Why are authors more inclined to write about ministerial failings than about ministerial successes?
To begin, all stories, and not just stories about ministers, take human failing as their subject. Even comedies take human failing as their subject. Aristotle used the same term, hamartia, or “some defect,” to name the subject matter of both comedy and tragedy. Southern fiction writer Flannery O’Connor claimed that all fiction bases itself on the bedrock of original sin, whether the writer thinks in theological categories or not. There are no perfect people in a fallen world, and literature that portrays people as perfect strike us as unrealistic and not to be taken seriously. So if we look just at the clerical stories themselves, we might superficially conclude that ministers get “bad press” in fictional stories about them, but if we widen the scope to literature generally, ministers emerge as being approximately at the norm. This is not to deny that the works that we survey in Pastors in the Classics portray some genuine scoundrels, but there are also some idealized portraits to which none of us would attain.
In the introduction to your book you state tips for how to read the literary works that you discuss; what are some of those tips?
All literary works need to be read as works of literature before they are read as something more specific. All the usual features of literature apply to a piece of clerical fiction. In the same vein, a work of literature is not a delivery system for an idea; it is a house in which readers take up residence and out of which they view the world. Accordingly, we should not be in a hurry to extract the ideas that a story asserts about issues in ministry. A reader’s first task is to relive a story as fully as possible. Additionally, works of literature have an artistic side, stemming from the writer’s exploitation of the resources of literary form, and these stylistic features deserve to be enjoyed as something self-rewarding, quite apart from what a work asserts about its subject matter.
What are some discoveries that you personally made while working on this project?
Writing my chapters and overseeing the handbook entries allowed me to read or reconnect with works that either I had never read or had not read in a very long time. Books that I now count as favorites but that I would have missed completely without this project include Elizabeth’s Goodge’s The Dean’s Watch, Anthony Trollope’s The Warden, Bo Giertz’s The Hammer of God, and George MacDonald’s Thomas Wingfold, Curate. Even when I was already familiar with a work, the focus of our book led me to look at the story from a new angle of vision. I learned that the minister’s life is extremely demanding and many sided, and I learned that the genre of clerical fiction is much larger than I realized.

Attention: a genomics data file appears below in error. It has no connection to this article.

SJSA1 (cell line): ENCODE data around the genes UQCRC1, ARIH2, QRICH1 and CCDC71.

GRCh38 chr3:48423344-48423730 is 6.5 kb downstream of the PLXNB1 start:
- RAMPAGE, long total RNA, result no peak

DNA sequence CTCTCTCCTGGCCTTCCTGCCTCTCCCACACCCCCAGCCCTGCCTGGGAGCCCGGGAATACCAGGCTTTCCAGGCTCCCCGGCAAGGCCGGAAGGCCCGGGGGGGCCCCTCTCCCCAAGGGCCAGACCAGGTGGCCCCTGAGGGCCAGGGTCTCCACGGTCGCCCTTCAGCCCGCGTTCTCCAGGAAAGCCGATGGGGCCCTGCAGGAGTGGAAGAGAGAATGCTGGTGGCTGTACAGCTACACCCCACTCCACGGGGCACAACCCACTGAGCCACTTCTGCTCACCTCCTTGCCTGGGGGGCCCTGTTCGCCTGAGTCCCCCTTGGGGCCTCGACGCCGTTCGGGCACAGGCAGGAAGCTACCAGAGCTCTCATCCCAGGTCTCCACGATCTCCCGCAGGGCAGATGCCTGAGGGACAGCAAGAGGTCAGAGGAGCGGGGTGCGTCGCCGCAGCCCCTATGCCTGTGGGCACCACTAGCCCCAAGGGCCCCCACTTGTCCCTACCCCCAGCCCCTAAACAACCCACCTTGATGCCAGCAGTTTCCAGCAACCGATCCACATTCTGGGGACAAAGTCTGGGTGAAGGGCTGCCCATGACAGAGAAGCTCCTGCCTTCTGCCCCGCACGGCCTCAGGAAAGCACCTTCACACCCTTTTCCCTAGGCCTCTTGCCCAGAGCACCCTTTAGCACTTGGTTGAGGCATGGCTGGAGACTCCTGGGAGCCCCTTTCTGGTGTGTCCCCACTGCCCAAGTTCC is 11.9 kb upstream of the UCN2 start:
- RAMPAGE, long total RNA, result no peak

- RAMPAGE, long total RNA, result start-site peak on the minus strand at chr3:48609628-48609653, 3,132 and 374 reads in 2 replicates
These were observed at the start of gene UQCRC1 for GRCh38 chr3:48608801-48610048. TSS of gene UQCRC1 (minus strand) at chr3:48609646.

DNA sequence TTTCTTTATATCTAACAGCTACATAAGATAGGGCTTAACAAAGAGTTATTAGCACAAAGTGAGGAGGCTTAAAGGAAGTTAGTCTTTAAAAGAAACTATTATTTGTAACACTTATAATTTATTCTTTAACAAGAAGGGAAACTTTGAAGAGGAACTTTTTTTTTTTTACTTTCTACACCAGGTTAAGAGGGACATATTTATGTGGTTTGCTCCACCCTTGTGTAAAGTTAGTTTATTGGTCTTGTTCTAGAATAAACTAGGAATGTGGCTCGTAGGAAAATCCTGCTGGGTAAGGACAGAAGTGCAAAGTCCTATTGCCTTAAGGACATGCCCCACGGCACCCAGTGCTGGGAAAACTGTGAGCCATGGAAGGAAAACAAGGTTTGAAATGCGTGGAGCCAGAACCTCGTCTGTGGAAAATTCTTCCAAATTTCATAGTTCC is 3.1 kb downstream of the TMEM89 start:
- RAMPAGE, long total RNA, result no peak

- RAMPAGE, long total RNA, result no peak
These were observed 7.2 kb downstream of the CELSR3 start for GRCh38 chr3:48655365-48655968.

Do you think that pastors and church leaders are promising literary subjects?
Yes, I ended the project with total enthusiasm for stories about ministers. Many of the works that we discuss in our book are on the list of classics that get taught in college English courses. Some of the lesser known works became entries on my personal list of classics. I gradually came to the conclusion that stories in which ministers and other Christian characters interact on the issues in their lives are likely to engage life at a more profound level than most fiction does.
Out of all the pastors and authors that you discuss in your book, which one stands out to as most compelling?
The fact that my answer consists of a list instead of just one item proves my point about the high quality of clerical fiction. My list of “most compelling” includes the following: Arthur Dimmesdale, the minister in Hawthorne’s The Scarlet Letter; Swedish author Bo Giertz; Geoffrey Chaucer, our first great portrayer of the clerical life; T. S. Eliot’s play Murder in the Cathedral; Thomas Wingfold, curate in George MacDonald’s novel. I was also captivated by the ambiguous title Saving Grace (authored by Lee Smith), a story about wayward Grace Shepherd who returns to the faith of her upbringing at the end of the story, with the result that the motif of “saving grace” applies both to the protagonist and also to the saving grace of God.